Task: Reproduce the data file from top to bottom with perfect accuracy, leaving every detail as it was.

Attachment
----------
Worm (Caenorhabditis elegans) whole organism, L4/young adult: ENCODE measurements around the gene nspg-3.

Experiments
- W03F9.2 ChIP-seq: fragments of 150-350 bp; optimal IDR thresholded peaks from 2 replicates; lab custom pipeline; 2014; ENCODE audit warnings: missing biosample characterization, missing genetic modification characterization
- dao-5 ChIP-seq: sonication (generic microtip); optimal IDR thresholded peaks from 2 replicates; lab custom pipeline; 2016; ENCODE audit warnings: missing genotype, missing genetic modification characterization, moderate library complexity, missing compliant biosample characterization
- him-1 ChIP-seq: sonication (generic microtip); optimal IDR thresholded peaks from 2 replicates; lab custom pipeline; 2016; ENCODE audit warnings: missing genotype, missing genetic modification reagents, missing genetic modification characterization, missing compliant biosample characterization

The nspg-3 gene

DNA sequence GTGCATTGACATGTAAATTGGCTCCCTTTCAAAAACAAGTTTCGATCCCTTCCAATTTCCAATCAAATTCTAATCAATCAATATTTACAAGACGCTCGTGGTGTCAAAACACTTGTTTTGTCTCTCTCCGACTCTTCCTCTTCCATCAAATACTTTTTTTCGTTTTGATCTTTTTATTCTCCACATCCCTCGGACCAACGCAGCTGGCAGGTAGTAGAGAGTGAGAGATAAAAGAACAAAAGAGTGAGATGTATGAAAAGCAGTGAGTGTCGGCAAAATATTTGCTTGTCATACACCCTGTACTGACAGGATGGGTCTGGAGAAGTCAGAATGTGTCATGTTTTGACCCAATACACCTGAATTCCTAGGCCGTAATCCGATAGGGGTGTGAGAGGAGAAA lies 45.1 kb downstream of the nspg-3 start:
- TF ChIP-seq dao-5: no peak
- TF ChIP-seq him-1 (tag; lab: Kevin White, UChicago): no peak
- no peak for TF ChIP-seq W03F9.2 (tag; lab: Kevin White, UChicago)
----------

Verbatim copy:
Worm (Caenorhabditis elegans) whole organism, L4/young adult: ENCODE measurements around the gene nspg-3.

Experiments
- W03F9.2 ChIP-seq: fragments of 150-350 bp; optimal IDR thresholded peaks from 2 replicates; lab custom pipeline; 2014; ENCODE audit warnings: missing biosample characterization, missing genetic modification characterization
- dao-5 ChIP-seq: sonication (generic microtip); optimal IDR thresholded peaks from 2 replicates; lab custom pipeline; 2016; ENCODE audit warnings: missing genotype, missing genetic modification characterization, moderate library complexity, missing compliant biosample characterization
- him-1 ChIP-seq: sonication (generic microtip); optimal IDR thresholded peaks from 2 replicates; lab custom pipeline; 2016; ENCODE audit warnings: missing genotype, missing genetic modification reagents, missing genetic modification characterization, missing compliant biosample characterization

The nspg-3 gene

DNA sequence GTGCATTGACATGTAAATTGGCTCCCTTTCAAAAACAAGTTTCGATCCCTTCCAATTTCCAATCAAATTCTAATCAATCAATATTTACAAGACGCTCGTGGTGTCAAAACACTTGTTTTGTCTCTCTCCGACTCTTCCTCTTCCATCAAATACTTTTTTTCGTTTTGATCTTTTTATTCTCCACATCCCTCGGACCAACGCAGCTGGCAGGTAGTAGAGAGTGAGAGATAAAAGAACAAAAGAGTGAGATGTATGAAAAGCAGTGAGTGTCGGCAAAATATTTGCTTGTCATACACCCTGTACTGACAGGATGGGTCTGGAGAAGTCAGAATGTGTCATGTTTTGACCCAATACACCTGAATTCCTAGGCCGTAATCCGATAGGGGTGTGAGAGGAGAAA lies 45.1 kb downstream of the nspg-3 start:
- TF ChIP-seq dao-5: no peak
- TF ChIP-seq him-1 (tag; lab: Kevin White, UChicago): no peak
- no peak for TF ChIP-seq W03F9.2 (tag; lab: Kevin White, UChicago)